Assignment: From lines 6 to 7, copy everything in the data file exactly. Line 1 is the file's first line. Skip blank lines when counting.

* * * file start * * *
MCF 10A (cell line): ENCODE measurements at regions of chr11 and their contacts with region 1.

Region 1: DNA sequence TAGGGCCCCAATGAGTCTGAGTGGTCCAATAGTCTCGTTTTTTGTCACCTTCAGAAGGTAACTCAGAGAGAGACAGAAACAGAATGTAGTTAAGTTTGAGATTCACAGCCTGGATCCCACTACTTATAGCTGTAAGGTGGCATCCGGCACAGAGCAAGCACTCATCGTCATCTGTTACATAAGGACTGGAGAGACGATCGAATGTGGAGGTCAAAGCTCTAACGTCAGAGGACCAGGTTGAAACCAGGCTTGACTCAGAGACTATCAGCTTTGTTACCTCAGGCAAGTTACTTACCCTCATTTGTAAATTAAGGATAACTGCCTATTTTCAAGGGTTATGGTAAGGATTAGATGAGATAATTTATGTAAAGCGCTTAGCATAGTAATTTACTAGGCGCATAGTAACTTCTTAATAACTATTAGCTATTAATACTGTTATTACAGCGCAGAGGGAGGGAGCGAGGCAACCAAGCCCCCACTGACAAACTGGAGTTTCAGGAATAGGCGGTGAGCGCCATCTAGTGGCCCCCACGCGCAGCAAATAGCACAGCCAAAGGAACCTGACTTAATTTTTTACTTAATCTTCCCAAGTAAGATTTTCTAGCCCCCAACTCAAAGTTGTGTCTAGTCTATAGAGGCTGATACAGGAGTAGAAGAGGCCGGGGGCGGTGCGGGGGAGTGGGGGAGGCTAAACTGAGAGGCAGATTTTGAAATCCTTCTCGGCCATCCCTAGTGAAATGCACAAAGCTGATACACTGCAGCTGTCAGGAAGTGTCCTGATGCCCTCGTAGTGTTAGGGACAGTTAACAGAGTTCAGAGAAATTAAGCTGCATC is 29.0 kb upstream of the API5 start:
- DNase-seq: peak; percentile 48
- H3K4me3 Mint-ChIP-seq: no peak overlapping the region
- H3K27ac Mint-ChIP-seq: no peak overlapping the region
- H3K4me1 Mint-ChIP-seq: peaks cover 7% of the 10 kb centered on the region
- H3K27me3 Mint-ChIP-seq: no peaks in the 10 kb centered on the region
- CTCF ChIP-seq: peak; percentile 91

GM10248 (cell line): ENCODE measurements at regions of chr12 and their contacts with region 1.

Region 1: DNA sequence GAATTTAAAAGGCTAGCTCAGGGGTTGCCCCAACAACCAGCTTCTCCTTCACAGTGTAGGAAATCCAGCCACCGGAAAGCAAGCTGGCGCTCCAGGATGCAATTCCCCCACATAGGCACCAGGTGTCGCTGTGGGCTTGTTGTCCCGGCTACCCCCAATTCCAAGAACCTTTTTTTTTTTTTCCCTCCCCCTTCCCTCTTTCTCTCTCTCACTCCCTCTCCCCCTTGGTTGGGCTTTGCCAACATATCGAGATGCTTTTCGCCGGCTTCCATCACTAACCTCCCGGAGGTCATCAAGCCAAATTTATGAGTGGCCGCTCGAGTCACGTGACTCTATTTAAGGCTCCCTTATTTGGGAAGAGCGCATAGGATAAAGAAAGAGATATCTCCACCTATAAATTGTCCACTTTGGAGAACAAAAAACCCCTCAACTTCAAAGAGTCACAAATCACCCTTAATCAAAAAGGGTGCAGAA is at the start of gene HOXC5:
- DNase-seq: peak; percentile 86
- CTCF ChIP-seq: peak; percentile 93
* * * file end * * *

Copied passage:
- H3K4me1 Mint-ChIP-seq: peaks cover 7% of the 10 kb centered on the region
- H3K27me3 Mint-ChIP-seq: no peaks in the 10 kb centered on the region